The kinetochore measures between 350 and 500 nanometers in diameter and, thanks to its functionality, the different movements of the chromosomes are thus orchestrated during mitosis.. In animal chromosomes, 2 essential parts are differentiated: the internal and the external.
The internal kinetochore is organized on highly repeated DNA sequences and coupled to a specialized form of chromatin. The inner part is osmophilic and is in direct contact with the chromosome, which is about 40 nanometers thick.
On the other hand, the external kinetochore is a protein structure with many dynamic components that only functions during cell division.
The function of the kinetochore in cell division
To understand what the purpose of the kinetochore is based on, we need to briefly review the process of cell division.. We will focus on mitosis, because it is much easier to explain and serves us perfectly to illustrate the work of this structure. We tell you about its summary phases:
- Interphase: the phase in which the cell spends most of its life. During this time, the replication of genetic information in preparation for mitosis occurs.
- Prophase: the chromosomes condense, the nuclear membrane ruptures, and the fibers of the mitotic spindle are formed.
- Metaphase: Replicated chromosomes line up in the middle of the cell.
- Anaphase: the chromosomes separate and the cell elongates, with distinctive poles.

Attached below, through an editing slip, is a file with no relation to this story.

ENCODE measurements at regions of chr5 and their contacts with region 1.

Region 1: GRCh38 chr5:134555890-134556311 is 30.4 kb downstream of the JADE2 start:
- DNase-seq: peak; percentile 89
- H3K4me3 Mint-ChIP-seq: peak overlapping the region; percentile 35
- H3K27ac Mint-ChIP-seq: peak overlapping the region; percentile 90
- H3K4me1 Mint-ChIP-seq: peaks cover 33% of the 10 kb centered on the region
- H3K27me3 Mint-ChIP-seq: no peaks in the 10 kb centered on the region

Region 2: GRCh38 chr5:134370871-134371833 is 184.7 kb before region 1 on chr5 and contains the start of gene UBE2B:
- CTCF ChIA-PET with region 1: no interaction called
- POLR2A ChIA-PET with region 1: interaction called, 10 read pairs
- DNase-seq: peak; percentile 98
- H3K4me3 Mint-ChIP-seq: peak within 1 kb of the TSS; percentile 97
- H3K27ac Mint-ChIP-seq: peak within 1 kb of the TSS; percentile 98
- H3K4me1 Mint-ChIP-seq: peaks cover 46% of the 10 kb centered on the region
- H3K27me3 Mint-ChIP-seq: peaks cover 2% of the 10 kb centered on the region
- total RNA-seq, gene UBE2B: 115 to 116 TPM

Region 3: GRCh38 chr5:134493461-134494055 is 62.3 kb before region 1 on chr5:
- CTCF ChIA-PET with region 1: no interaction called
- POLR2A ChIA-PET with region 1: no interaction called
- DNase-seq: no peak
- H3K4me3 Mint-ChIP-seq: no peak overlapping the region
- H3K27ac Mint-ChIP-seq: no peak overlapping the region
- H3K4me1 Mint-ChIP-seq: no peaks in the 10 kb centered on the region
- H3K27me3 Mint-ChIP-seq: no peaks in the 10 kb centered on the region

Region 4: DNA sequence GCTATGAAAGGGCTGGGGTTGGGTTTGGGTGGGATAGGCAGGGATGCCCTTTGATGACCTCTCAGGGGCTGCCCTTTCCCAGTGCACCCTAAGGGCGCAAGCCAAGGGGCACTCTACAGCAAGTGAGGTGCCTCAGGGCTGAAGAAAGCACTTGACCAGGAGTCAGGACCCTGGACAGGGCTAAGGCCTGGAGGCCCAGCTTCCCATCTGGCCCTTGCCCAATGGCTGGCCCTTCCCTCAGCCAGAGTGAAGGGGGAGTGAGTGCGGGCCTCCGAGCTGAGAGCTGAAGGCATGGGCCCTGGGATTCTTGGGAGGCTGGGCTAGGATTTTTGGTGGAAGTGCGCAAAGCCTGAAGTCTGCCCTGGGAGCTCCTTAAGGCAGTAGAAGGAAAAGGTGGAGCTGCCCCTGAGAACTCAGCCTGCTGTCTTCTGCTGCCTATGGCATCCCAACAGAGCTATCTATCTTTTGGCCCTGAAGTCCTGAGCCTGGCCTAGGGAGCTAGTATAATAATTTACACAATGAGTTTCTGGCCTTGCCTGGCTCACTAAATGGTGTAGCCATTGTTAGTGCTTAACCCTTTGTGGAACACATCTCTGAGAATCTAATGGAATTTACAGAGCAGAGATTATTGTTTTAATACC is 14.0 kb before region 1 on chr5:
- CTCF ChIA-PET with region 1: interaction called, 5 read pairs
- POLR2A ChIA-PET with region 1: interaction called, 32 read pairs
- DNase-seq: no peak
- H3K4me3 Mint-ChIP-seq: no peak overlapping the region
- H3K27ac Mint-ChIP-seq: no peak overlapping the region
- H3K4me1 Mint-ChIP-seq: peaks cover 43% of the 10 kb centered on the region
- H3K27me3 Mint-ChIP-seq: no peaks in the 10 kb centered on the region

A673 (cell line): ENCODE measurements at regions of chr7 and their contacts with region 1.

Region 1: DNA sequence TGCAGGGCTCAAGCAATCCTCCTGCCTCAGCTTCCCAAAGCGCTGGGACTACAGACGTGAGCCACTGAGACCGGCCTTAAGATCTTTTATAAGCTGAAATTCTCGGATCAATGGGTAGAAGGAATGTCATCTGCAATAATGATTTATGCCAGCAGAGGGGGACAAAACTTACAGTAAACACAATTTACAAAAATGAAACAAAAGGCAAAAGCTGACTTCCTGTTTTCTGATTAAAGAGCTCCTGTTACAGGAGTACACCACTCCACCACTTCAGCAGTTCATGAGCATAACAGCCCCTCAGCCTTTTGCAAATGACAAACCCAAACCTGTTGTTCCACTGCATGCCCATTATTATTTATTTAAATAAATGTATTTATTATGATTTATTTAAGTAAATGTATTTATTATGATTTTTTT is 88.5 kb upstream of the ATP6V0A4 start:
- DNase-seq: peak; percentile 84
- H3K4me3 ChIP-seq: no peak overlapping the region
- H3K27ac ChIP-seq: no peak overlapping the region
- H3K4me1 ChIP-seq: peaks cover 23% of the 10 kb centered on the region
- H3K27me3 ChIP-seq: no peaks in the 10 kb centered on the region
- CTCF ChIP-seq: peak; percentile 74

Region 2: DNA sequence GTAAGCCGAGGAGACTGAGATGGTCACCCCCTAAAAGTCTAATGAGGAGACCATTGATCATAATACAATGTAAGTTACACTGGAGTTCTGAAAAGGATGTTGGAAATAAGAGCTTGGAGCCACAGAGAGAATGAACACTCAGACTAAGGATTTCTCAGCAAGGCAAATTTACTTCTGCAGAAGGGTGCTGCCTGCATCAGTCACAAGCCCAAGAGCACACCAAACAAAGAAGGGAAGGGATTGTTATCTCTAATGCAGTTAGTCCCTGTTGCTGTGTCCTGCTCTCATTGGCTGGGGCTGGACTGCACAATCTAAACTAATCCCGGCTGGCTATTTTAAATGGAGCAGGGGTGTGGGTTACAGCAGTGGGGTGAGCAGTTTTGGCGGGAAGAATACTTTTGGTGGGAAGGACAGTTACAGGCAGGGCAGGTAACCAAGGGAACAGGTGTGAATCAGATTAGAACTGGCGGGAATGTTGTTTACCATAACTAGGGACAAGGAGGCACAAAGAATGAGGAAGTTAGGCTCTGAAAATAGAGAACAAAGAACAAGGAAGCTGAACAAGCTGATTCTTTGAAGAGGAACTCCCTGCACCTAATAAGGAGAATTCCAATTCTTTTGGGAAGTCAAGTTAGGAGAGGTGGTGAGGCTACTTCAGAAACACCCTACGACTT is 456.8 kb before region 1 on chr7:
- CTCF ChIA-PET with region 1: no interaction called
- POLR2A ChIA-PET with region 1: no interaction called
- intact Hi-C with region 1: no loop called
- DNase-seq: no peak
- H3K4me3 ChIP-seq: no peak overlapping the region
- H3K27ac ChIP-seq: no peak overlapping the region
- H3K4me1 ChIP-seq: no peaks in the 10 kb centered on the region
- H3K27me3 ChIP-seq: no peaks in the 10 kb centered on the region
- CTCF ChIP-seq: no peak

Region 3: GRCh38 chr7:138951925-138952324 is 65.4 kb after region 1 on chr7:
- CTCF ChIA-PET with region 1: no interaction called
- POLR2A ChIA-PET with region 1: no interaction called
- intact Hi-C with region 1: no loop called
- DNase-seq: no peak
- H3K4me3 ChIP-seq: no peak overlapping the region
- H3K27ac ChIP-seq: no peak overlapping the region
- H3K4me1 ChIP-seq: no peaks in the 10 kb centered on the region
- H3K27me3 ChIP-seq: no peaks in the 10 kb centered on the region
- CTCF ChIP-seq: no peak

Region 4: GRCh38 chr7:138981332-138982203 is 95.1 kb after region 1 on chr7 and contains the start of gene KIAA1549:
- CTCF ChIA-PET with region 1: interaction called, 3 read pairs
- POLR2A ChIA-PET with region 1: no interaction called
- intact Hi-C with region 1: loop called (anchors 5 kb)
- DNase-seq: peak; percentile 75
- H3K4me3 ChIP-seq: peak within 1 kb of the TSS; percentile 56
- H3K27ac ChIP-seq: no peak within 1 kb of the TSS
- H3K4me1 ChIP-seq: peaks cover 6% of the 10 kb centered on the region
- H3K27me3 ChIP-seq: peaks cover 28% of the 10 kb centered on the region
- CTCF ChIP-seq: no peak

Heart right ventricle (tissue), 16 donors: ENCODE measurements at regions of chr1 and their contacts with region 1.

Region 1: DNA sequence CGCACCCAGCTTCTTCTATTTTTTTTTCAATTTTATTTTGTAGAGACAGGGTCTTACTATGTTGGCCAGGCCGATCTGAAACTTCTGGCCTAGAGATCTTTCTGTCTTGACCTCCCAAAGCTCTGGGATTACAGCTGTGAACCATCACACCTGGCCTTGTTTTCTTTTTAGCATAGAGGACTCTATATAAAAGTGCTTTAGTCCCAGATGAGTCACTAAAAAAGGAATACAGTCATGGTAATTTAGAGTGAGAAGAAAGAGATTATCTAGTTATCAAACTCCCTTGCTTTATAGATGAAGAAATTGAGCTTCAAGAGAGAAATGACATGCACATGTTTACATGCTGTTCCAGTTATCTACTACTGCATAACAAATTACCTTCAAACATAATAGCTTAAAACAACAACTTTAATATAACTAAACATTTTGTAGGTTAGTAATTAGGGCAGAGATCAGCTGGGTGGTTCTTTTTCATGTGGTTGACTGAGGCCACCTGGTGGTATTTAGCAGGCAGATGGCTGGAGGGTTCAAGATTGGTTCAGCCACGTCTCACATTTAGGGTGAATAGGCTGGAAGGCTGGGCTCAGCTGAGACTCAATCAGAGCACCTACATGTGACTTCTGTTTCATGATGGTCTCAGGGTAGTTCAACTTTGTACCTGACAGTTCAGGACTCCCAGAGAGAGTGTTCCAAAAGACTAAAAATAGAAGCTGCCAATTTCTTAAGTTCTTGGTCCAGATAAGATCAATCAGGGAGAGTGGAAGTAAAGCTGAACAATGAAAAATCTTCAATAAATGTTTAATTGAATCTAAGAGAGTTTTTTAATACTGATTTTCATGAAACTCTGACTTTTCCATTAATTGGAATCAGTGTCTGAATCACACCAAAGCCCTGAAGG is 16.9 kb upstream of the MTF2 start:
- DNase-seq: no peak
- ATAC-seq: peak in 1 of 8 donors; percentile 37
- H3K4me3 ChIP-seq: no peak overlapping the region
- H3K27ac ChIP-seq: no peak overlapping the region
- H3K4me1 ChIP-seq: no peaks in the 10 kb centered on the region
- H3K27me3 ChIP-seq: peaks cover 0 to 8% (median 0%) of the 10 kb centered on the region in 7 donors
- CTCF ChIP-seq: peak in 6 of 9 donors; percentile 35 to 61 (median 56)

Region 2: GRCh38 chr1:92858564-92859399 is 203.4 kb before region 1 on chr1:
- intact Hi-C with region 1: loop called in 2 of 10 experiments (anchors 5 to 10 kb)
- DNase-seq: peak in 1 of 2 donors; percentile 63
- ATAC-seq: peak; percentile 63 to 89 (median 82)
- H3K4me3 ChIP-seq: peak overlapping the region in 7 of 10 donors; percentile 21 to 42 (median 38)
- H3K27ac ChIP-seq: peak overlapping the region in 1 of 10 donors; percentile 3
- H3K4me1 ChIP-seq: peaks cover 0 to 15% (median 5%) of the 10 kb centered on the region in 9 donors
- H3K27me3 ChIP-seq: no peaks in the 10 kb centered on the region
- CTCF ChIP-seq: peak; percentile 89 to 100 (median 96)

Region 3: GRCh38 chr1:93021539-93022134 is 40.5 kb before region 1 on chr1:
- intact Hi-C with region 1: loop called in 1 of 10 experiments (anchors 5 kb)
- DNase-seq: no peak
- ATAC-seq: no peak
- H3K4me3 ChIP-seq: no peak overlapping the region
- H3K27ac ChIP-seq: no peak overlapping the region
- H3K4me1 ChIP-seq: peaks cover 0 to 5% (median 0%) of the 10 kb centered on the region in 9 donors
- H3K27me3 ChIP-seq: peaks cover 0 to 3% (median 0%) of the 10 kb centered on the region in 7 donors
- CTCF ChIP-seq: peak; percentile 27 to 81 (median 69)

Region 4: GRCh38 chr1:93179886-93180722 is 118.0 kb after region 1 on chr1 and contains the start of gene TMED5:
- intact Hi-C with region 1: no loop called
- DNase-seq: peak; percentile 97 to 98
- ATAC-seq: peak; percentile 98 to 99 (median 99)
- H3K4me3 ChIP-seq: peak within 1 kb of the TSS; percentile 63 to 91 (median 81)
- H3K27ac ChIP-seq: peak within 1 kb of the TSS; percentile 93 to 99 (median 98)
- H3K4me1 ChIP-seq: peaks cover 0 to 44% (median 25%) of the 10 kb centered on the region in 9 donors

- The nuclear membranes are reformed in the 2 poles and the new cell membrane is formed to create two independent cells.
Thanks to this process, where before there was a cell, there are now 2. As you can imagine, kinetochore functionality shines in metaphase and anaphase.
This structure is joined by microtubules, which are unstable formations of alpha and beta-tubulin that give rise to what is called the mitotic spindle. In metaphase, all chromosomes are aligned in the center of the cell, and during anaphase, each of the chromatids is driven by the action of microtubules. Kinetochores are the junction points where these tubulin formations are anchored, so without them it would be impossible to perform cell division.
In addition, it should be noted that the number of microtubules that bind to each kinetochore is very variable depending on the species consulted. For example, in the yeast Saccharomyces cerevisiae, only one microtubule is associated with each kinetochore, while in mammals this number easily increases from 15 to 35. However, not all microtubules in the mitotic spindle eventually reach the kinetochores.
Kinetochores and the Mitosis Checkpoint
The Mitosis Checkpoint is a fascinating mechanism that ensures that chromosome division is correct during the process. The mechanisms involved here verify that one can move on to the next phase of the cell cycle during division, such as a poorly distributed number of chromosomes in the daughter copies can lead to cell death (at best) or a number of dysfunctions and alterations, Such as Down syndrome and certain types of cancer.
The kinetochores act as a kind of mitotic checkpoint, as if they detect an error, the output is delayed to the next phase until it is resolved. Of course, this is not a conscious mechanism on the part of the cell, but it reflects the level of refinement that our body has acquired to make everything run smoothly.
By exploring kinetochores, we laid the groundwork for human heritage, chromosomal structure, and phases of mitotic division, no more and no less. With all the knowledge gained here, it is easy to come to an obvious conclusion, but which required hundreds of years of research: the human body is a true work of art from an evolutionary point of view.
Every little section of every part of our body has an essential and irreplaceable function. Without going any further, without the kinetochores, the microtubules could not be anchored and therefore it would be impossible to carry out mitosis. In the human organ system, every structure matters.